Chapter 3 lecture
Upcoming SlideShare
Loading in...5
×
 

Like this? Share it with your network

Share

Chapter 3 lecture

on

  • 1,381 views

ch 3 lecture

ch 3 lecture

Statistics

Views

Total Views
1,381
Views on SlideShare
505
Embed Views
876

Actions

Likes
0
Downloads
10
Comments
0

3 Embeds 876

http://shcchem.blogspot.com 861
http://www.shcchem.blogspot.com 14
http://www.blogger.com 1

Accessibility

Categories

Upload Details

Uploaded via as Microsoft PowerPoint

Usage Rights

© All Rights Reserved

Report content

Flagged as inappropriate Flag as inappropriate
Flag as inappropriate

Select your reason for flagging this presentation as inappropriate.

Cancel
  • Full Name Full Name Comment goes here.
    Are you sure you want to
    Your message goes here
    Processing…
Post Comment
Edit your comment

Chapter 3 lecture Presentation Transcript

  • 1. 1/30/13CHM 101 Ch 3: Ionic Compounds Key Vocabulary Terms •Ion – a charged atom •Cation – a positively (+) charged ion •Anion – a negatively (-) charged ion
  • 2. Ionic Compounds Noble gases typically do not form ions or bonds. Why?Octet RuleAn octet is 8 valence electrons, and is associated with the stability of the noble gases.(Exception: He is stable with 2 valence electrons (duet).) valence electrons He 1s2 2 Ne 1s2 2s2 2p6 8 Ar 1s2 2s2 2p6 3s2 3p6 8 Kr 1s2 2s2 2p6 3s2 3p6 3d10 4s2 4p6 8
  • 3. Chemical BondingOctet RuleAtoms form octets to become more stable. • They do this by losing, gaining, or sharing valence electrons. • In the process, they form ionic bonds or covalent bonds.
  • 4. Chemical BondingIonic compound – compound consisting of negatively and positively charged ions. Electrons are not shared between the ions. They are transferred from atoms of one element to atoms of another element. NaCl, MgBr2, KI, etc. Ionic compounds are usually composed of a metal and a nonmetalCovalent compound – compound consisting of atoms of different elements that share electrons in covalent bonds. H2O, CCl4, C6H12O6, etc. Covalent compounds are usually composed of only nonmetals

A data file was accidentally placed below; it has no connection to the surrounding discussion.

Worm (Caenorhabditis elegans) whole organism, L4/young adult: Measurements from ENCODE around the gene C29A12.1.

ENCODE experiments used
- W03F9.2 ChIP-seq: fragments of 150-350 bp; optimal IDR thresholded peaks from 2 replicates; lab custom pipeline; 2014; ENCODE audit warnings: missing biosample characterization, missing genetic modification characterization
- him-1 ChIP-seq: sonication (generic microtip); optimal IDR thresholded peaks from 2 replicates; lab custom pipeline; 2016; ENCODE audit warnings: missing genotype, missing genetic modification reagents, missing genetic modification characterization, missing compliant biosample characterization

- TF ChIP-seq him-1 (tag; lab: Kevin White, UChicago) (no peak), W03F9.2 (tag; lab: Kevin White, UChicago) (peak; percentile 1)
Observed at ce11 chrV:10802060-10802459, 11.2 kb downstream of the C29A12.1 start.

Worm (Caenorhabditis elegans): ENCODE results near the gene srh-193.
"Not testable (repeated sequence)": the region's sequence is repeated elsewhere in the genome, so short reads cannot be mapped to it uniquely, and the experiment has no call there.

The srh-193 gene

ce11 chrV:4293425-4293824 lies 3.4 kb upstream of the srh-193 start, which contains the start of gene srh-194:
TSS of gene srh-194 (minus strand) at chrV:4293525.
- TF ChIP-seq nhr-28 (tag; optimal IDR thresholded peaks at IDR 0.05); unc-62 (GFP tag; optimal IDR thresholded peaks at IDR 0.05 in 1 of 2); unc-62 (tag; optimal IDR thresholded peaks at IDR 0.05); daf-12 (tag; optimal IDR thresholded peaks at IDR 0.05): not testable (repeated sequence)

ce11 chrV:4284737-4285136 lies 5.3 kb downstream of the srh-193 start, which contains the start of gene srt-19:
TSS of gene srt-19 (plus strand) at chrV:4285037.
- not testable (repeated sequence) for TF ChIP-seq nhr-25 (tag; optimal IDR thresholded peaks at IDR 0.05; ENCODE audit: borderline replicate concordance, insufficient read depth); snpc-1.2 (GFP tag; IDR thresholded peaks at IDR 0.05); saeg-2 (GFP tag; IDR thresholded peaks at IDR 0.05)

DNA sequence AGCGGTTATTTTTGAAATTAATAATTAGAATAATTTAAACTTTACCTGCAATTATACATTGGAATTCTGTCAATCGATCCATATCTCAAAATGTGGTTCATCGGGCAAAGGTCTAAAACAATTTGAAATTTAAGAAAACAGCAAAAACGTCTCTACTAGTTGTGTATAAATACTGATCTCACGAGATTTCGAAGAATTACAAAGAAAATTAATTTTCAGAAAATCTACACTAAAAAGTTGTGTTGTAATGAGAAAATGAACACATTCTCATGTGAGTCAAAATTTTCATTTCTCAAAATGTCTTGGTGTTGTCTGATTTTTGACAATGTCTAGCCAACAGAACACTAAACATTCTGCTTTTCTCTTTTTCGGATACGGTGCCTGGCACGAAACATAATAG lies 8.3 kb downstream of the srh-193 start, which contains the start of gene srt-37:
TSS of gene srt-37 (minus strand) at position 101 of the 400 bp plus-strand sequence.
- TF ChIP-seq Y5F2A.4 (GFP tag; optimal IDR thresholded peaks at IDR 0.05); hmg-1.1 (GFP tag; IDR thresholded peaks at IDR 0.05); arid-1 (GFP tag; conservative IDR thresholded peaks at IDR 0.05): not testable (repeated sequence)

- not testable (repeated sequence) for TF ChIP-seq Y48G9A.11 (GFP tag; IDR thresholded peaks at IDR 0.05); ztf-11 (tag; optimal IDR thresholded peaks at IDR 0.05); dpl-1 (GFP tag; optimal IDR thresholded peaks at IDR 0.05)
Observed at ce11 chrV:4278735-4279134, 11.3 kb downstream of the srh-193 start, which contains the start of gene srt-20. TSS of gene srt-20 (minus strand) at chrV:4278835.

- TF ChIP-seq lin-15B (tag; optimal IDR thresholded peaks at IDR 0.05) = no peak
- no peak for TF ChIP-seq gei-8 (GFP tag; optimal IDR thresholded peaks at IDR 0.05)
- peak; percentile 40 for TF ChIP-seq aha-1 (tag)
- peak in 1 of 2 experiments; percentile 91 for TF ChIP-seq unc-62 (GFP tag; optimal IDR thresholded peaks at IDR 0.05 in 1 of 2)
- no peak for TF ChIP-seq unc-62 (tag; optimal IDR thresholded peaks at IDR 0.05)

• 5. Chemical BondingIdentify the following compounds as ionic or covalent: a. Na2S Ionic b. CuCl2 Ionic c. CH4 Covalent d. PCl3 Covalent
  • 6. Ionic CompoundsFormation of a Sodium Ion, Na+ With the loss of its valence electron, the sodium ion has a +1 charge. Sodium atom Sodium ion 11p+ 11p+ 11e- 10e- 0 1+ 1s2 2s2 2p6 3s1 1s2 2s2 2p6 Sodium achieves an octet by losing its one valence electron.
  • 7. Ionic CompoundsFormation of Magnesium Ion, Mg2+ With the loss of two valence electrons, magnesium forms a positive ion with a +2 charge. Mg atom Mg2+ ion 12p+ 12p+ 12e- 10e- 0 2+1s2 2s2 2p6 3s2 1s2 2s2 2p6 Magnesium achieves an octet by losing its two valence electrons.
  • 8. Ionic CompoundsMetals Form Positive Ions Metals form cations (positive ions) by losing one or more of their valence electrons to have the electron configuration of the nearest noble gas. The ions have fewer electrons than protons. Group 1A metals → ion 1+ Group 2A metals → ion 2+ Group 3A metals → ion 3+
  • 9. Ionic CompoundsFormation of a Chloride Ion, Cl– By gaining one electron, the chloride ion has a -1 charge. Chlorine atom Chloride ion 17p+ 17p+ 17e- 18e- 0 1–1s2 2s2 2p6 3s2 3p5 1s2 2s2 2p6 3s2 3p6 Chlorine achieves an octet by adding an electron to its valence electrons.
  • 10. Ionic CompoundsFormation of Negative Ions Nonmetals form anions (negative ions) by gaining one or more electrons to have the electron configuration of the nearest noble gas. The ions formed have more electrons than protons. Group 6A nonmetals → ion 2− Group 7A nonmetals → ion −
  • 11. ElectronegativityWhat property determines which atoms will loseelectrons and which atoms will gain electrons? ELECTRONEGATIVITY!
  • 12. Electronegativity• Electronegativity is a measure of an atom’s tendency to attract electrons Increasing Increasing